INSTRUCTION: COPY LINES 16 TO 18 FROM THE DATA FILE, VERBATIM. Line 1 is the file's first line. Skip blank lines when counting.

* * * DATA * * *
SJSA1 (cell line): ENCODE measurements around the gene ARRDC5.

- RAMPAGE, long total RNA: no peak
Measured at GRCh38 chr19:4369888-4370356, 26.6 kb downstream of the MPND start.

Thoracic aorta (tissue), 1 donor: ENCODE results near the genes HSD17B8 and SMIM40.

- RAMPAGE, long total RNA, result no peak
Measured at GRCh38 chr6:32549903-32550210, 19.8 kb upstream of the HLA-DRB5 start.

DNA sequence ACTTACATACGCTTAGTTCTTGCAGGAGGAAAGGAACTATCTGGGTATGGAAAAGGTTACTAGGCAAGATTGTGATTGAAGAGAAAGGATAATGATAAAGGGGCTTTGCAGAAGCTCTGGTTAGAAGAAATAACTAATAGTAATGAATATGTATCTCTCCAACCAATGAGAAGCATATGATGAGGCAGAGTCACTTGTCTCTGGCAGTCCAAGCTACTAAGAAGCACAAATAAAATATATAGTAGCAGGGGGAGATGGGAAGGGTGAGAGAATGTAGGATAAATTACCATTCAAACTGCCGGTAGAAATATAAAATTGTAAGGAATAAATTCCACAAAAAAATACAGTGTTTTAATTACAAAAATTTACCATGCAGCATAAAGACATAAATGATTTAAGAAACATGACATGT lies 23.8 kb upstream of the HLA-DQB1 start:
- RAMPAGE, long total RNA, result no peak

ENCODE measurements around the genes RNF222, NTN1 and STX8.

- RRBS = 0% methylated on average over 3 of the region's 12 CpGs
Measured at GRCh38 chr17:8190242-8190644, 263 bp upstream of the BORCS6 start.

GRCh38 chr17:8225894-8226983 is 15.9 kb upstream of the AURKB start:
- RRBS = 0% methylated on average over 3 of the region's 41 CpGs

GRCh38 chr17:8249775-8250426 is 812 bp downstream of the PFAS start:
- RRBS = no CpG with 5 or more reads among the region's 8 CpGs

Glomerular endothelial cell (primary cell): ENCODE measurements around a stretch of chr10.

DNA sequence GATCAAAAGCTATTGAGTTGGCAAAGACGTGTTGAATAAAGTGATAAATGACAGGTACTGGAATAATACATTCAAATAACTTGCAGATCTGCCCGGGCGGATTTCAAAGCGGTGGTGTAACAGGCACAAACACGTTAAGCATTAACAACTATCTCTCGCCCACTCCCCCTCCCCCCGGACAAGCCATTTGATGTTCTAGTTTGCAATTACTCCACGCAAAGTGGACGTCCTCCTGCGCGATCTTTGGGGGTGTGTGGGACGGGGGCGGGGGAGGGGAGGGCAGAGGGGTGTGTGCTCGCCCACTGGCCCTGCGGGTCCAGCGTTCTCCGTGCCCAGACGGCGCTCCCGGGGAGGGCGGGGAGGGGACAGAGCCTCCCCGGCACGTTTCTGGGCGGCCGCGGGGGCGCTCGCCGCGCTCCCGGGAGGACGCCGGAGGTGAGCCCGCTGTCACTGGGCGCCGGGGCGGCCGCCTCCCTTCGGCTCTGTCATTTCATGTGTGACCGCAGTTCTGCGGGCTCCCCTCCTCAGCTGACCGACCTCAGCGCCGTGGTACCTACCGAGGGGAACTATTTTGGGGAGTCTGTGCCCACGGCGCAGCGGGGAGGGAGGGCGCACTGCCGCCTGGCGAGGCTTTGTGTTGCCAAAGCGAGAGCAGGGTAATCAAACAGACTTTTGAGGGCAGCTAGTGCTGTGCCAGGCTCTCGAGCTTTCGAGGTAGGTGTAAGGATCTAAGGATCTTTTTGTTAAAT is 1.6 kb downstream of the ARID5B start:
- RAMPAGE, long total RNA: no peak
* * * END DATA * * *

Glomerular endothelial cell (primary cell): ENCODE measurements around a stretch of chr10.

DNA sequence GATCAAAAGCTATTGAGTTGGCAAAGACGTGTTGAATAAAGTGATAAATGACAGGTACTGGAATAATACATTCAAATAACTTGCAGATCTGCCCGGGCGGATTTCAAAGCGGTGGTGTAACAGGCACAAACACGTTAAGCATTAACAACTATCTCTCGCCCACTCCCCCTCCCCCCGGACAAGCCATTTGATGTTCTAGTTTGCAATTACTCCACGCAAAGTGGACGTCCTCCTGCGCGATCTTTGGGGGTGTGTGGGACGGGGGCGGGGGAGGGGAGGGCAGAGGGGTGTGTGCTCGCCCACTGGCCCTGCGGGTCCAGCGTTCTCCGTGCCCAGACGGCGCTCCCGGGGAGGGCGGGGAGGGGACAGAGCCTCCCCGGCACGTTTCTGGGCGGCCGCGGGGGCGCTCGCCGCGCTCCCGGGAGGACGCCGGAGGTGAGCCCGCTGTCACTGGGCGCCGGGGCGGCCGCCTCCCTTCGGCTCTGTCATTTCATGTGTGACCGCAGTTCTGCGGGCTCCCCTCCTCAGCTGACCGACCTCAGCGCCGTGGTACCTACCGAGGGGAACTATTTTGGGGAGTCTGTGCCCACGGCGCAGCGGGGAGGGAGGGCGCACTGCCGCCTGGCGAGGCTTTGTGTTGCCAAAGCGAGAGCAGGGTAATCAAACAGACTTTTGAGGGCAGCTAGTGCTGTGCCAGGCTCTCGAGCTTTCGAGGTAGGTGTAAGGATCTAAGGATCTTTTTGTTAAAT is 1.6 kb downstream of the ARID5B start:
- RAMPAGE, long total RNA: no peak